An acquaintance of mine is struggling with genre. She’s writing what I would call a military SF romance. But she refuses to call her novel SF--or even romance. Her fiction is something unique. She’s upset that publishers will expect her to categorize her story. She’s also afraid if she assigns too many genres, her manuscript will get tossed out or deleted unread. She believes publishers are too strict and formulaic. In an effort to be sympathetic, one of her friends pointed to Harlequin as a prime example of a publisher determined to pigeonhole genius.

The whole conversation annoyed me, and not just because I’m a Harlequin author. Harlequin has a ton of different imprints and series. True, each imprint or series has some basic heat-level/plotline requirements. That's so the devoted reader can be reliably satisfied. But Harlequin as a whole? The publisher has only one requirement: the story has to be a romance with a happily ever after. That’s it. And with Spice, Spice Briefs and the Carina Press imprints, that's probably not even true anymore.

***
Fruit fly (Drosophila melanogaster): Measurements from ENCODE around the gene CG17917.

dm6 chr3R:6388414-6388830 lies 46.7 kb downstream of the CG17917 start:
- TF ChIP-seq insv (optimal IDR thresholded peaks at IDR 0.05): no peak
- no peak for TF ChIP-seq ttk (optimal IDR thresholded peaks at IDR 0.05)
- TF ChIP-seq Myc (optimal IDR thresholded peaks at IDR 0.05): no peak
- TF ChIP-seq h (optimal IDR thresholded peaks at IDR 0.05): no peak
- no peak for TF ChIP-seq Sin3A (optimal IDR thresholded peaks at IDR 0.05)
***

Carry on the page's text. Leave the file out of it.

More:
Aside from the unfairness of pointing at poor Harlequin as the pinnacle of closed-mindedness, I think it’s a bad idea to indulge an author’s genre whining. The Amazon boards are full of self-published authors complaining about the rigidity of the standard publishing world. Here’s an example:
The publishers may not be able to devote the time to think creatively about marketing an unusual, genre-tangential book. But it's [sic] creator can… And now we have a world of options. [Self-publishing, I suppose]. It beats papering the walls with rejection slips from those who lack our vision.
Here’s another one:
I thought it might be of interest both to readers and to writers here at Amazon to consider the genre of "sensuous literary fiction" as a possible alternative to "Erotica." ... If you've got a book that you feels more accurately fits into this newer category, we'd love to hear about it.